When examining the various aspects of gang life, loyalty within the gang organization often receives little or no attention. It is important that this concept be recognized, since violence is often a forced product of the underlying assumptions that hold street gangs together (Ruble & Turner, 2000), and violence is something that the military trains most service members to respond to (and sometimes deliver).

Loyalty becomes an issue in many organizations, but nowhere is it more critical than in the public service sector. The military and police departments across the United States have been infiltrated by gangs who seek access to weapons or sensitive information regarding investigations (Witkowski, 2004). The threat to these organizations does not come from the traditional worker.

Those in the military who are trained to fight in battle are not the only positions in which the loyalty of a gang member would be an issue. Those who control the finances and personnel assignments, as well as those who oversee logistics shipments can exploit their positions for the gang's benefit. Those in and affiliated with policing and corrections may have access to criminal records, prisoner assignments, and transportation.

The indoctrination phase of these institutions cannot be compared to that used by the gang, and those holding dual positions (a member of the gang and the military or police) should be watched. They will not be intimidated by drill instructors. They will not admit their gang affiliation to investigators. They will not brag to their co-workers that they were able to join the military even though they were gang members.

Some military installations brief new arrivals and their family members on the dangers of gangs. Periodically, military installations will conduct tattoo inspections or publish local addresses situated near military installations of known gang hangouts that are considered off-limits to military personnel (Witkowski, 2004). Despite these briefings, many military leaders publicly deny the existence of gang members in their organizations, or at a minimum deny that their presence in the organization is a problem.

Nonetheless, members of nearly every major street gang, including the Bloods, Crips, Black Disciples, Gangster Disciples, Hells Angels, Latin Kings, The 18th Street Gang, Mara Salvatrucha (MS-13), Mexican Mafia, Nortenos, Surenos, Vice Lords, and various white supremacist groups, have been found throughout private and public sector employment, and even the U.S. Military. They are present in most branches and across all ranks of the military, especially the junior enlisted. Estimates of their effect on and participation in these areas are hard to obtain because many gang-related incidences are un-reported or exclude references to gang affiliation and there has been no record of a Department of Defense survey to locate military gang members.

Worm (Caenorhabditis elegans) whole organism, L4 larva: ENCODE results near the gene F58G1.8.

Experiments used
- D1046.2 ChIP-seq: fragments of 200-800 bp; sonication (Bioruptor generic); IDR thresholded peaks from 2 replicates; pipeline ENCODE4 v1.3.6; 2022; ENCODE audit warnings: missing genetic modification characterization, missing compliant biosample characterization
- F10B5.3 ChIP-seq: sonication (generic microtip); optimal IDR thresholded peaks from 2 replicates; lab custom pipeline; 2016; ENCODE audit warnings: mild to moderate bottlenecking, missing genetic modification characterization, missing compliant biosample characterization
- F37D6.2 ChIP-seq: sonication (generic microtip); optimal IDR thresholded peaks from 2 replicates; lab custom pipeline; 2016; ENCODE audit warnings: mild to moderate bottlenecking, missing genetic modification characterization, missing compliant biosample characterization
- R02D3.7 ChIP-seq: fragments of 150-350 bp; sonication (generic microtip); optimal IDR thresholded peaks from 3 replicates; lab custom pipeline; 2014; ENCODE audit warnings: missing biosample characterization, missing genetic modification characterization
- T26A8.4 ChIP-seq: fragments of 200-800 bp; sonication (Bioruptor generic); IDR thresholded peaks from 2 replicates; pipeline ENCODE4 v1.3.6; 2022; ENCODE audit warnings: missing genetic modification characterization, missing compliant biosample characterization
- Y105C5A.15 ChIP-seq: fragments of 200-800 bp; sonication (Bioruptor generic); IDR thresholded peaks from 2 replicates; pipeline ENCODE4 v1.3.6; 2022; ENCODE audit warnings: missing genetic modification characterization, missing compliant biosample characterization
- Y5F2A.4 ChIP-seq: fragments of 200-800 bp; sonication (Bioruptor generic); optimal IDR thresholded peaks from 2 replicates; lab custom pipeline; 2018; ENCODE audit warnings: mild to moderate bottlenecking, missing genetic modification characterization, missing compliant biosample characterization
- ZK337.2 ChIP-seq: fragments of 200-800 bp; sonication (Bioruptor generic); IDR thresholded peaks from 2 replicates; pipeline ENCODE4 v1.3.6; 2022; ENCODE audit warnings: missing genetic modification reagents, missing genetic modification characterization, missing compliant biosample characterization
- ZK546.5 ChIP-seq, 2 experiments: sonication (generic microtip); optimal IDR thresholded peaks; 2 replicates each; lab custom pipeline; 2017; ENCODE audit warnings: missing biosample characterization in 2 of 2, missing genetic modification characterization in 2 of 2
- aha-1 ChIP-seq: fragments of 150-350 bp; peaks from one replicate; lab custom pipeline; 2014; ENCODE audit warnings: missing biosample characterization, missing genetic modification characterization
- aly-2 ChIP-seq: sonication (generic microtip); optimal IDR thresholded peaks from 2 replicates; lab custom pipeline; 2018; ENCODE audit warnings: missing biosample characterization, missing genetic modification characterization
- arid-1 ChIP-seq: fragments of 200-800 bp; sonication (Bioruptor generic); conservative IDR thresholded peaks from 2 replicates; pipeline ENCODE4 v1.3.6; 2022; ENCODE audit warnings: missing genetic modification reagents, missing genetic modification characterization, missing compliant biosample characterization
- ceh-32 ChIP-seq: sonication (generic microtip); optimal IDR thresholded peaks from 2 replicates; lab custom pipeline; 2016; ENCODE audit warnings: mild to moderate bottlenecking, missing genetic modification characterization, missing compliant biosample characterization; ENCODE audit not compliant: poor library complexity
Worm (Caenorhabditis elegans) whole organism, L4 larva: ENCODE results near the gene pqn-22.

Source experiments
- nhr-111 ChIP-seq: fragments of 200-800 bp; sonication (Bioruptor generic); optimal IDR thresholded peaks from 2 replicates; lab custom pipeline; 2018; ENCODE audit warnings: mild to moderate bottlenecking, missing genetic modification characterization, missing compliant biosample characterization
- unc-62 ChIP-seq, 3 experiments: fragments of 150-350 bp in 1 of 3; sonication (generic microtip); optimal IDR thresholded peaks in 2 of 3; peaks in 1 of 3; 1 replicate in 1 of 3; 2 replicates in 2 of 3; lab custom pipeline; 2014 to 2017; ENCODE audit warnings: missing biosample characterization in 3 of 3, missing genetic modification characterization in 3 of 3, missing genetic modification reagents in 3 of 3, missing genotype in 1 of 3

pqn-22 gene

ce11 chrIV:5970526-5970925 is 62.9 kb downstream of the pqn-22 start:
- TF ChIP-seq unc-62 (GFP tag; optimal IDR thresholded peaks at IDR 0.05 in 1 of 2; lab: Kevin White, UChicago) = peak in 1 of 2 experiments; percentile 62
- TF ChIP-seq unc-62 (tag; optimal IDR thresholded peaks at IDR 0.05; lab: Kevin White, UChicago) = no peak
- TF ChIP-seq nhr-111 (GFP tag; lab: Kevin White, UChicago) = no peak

Gang members often enter the workforce at the lower levels, but some may work their way into more career-oriented positions. Many join the military to escape their current environment or troubled gang lifestyle. Others may enlist in the military as an alternative to incarceration; to receive combat training; to obtain access to weapons and supplies; to learn basic first aid and medic skills that can later benefit their gang; or to take advantage of opportunities to commit crimes; and to recruit new members for their gang.

Those who enter the military to leave the gang lifestyle have a perfect opportunity. But those who enter the military to establish connections for drug running and weapons trafficking also have an opportunity. None of the military departments have an effective strategy for 1) identifying and 2) tracking the reformation of gang members, or truly 3) cracking the code. Current law prohibits only "active" participation, which means that those who enter or are sent to learn tactics or make connections would not be seen as active. We learned (again) with the war on terrorism that young men are quite capable of hiding their intentions.

Perhaps we should allow gang members into the military. To do so without oversight, though, is a mistake.

What do you think?


Ruble, N. M., & Turner, W. L. (2000). A systemic analysis of the dynamics and organization of urban street gangs. The American Journal of Family Therapy, 28(2), 117-132.